Oligodendroglioma accounts for approximately 10% of gliomas. They often present with seizures. Calcifications and hemorrhage on CT or MRI suggest the diagnosis.
The lining of the ventricular system consists of cuboidal/columnar ependymal cells from which ependymomas may arise. Although most pediatric ependymomas are supratentorial, two thirds of adult ependymomas are infratentorial.
Ganglioglioma is a mixed tumor in which both neurons and glial cells are neoplastic. They occur in the first three decades of life, often in the medial temporal lobe, as circumscribed masses that may contain cysts or calcium and may enhance. (See Schwartz 9th ed., p 1540.)
23. Eccymosis behind the ear (“Battle sign”) is indicative of which of the following?
A. Parietal skull fracture
B. Temporal skull fracture
C. Basilar skull fracture
D. Occipital skull fracture
Fractures of the skull base are common in head-injured patients, and they indicate significant impact. They are generally apparent on routine head CT, but should be evaluated with dedicated fine-slice coronal-section CT scan to document and delineate the extent of the fracture and involved structures. If asymptomatic, they require no treatment. Symptoms from skull base fractures include cranial nerve deficits and CSF leaks. A fracture of the temporal bone, for instance, can damage the facial or vestibulocochlear nerve, resulting in vertigo, ipsilateral deafness, or facial paralysis. A communication may be formed between the subarachnoid space and the middle ear, allowing CSF drainage into the pharynx via the eustachian tube or from the ear (otorrhea). Extravasation of blood results in ecchymosis behind the ear, known as Battle’s sign. A fracture of the anterior skull base can result in anosmia (loss of smell from damage to the olfactory nerve), CSF drainage from the nose (rhinorrhea), or periorbital ecchymoses, known as raccoon eyes. (See Schwartz 9th ed., p 1523.)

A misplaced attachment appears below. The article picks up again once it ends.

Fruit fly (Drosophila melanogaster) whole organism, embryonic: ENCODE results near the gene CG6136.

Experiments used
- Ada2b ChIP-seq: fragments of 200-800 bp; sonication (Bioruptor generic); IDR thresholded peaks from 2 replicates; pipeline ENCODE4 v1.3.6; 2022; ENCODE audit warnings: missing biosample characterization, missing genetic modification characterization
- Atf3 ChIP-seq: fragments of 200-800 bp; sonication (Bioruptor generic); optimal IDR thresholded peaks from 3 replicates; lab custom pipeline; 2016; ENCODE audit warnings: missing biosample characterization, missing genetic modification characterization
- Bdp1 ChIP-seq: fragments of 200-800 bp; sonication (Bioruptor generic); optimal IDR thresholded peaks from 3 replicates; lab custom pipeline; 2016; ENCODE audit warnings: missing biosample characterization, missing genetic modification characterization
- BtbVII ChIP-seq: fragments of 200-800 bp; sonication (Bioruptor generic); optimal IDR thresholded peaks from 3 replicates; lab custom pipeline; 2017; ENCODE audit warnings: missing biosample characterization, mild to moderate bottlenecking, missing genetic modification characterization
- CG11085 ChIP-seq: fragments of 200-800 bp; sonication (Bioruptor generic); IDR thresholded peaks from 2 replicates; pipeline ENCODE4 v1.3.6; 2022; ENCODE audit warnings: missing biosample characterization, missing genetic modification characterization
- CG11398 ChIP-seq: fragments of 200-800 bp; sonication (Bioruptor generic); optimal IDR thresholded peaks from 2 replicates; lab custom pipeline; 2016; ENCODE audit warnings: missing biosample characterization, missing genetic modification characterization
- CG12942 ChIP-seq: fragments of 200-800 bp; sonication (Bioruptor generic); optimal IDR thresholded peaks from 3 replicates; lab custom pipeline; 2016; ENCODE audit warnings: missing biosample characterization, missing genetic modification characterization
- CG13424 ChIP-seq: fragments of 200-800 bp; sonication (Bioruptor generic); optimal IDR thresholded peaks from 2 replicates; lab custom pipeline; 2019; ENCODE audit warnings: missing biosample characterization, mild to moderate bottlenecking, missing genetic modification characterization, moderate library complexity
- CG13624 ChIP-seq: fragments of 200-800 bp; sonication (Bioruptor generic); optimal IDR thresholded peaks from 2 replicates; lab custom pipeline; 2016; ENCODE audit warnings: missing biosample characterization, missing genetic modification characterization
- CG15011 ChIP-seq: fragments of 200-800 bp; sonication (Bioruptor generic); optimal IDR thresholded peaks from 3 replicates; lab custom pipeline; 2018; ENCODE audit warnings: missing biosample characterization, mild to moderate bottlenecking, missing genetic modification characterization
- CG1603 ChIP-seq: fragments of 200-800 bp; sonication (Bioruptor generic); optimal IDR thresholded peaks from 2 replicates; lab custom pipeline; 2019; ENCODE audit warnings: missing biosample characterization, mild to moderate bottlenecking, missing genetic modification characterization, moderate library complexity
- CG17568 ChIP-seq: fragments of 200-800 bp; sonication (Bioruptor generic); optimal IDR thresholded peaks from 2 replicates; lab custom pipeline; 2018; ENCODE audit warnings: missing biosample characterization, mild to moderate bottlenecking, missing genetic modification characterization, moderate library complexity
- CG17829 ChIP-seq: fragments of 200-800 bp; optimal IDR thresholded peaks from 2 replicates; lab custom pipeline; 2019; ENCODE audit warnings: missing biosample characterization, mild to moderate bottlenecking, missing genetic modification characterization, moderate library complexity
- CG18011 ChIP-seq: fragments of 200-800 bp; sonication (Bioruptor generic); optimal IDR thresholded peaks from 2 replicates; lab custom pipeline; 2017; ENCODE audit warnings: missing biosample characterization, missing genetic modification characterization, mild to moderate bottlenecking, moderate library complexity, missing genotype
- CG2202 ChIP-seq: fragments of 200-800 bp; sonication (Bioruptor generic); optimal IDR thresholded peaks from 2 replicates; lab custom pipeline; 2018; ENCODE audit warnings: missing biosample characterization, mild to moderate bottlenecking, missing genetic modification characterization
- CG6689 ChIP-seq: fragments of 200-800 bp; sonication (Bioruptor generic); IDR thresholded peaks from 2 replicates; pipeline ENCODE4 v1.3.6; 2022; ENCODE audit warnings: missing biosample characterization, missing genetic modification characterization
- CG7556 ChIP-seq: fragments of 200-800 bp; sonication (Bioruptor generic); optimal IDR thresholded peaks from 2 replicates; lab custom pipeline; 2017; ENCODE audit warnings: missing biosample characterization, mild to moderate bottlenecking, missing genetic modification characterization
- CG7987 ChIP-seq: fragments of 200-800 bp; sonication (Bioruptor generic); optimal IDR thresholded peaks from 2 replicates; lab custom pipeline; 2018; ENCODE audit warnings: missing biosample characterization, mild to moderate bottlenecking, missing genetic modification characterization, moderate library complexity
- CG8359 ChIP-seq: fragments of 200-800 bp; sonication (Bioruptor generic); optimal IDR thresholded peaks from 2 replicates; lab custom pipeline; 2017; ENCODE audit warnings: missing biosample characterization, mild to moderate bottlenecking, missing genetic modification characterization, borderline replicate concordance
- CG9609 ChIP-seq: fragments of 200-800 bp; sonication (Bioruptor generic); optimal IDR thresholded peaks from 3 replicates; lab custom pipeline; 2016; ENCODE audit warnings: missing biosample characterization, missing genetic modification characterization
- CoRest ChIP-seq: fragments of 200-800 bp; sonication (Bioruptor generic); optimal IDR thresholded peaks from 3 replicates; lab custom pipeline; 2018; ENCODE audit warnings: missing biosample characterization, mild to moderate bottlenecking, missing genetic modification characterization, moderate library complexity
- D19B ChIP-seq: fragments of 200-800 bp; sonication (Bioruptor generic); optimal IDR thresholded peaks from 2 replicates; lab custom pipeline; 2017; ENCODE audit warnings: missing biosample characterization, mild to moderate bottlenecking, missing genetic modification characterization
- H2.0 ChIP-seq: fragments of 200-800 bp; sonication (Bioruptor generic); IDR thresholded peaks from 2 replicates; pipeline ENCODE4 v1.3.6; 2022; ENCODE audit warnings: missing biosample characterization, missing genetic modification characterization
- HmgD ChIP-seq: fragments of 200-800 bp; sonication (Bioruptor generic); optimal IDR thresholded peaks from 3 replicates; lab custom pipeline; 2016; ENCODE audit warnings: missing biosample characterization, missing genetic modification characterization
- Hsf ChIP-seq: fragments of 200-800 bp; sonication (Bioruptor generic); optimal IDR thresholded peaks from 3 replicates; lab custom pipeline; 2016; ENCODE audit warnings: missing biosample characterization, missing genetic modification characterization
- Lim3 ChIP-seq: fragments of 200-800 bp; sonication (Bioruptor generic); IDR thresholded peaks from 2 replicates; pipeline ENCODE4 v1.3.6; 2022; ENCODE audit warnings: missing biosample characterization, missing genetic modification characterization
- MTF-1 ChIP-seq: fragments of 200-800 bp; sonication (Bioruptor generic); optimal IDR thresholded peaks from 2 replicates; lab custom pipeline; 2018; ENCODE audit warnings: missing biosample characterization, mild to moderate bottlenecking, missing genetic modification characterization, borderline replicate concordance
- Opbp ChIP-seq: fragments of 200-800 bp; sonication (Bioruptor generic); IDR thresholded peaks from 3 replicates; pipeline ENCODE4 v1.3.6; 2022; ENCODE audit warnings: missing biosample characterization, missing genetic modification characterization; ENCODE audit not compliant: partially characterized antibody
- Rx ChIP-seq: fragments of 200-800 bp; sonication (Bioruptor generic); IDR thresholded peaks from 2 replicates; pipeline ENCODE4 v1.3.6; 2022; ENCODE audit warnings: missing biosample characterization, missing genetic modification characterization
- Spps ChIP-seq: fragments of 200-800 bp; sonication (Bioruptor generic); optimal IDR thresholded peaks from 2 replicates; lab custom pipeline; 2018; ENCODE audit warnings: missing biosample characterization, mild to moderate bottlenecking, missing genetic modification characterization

24. Which of the following is standard treatment for a significant posttraumatic CSF leak?
A. Placement of a lumbar drain
B. Lumbar blood patch
C. Endoscopic sinus exploration with mucosal repair
D. Craniotomy and closure of the dural tear
Many CSF leaks will heal with elevation of the head of the bed for several days. A lumbar drain can augment this method. A lumbar drain is a catheter placed in the lumbar CSF cistern to decompress the cranial vault and allow the defect to heal by eliminating normal hydrostatic pressure. There is no proven efficacy of antibiotic coverage for preventing meningitis in patients with CSF leaks. (See Schwartz 9thed., p 1523.)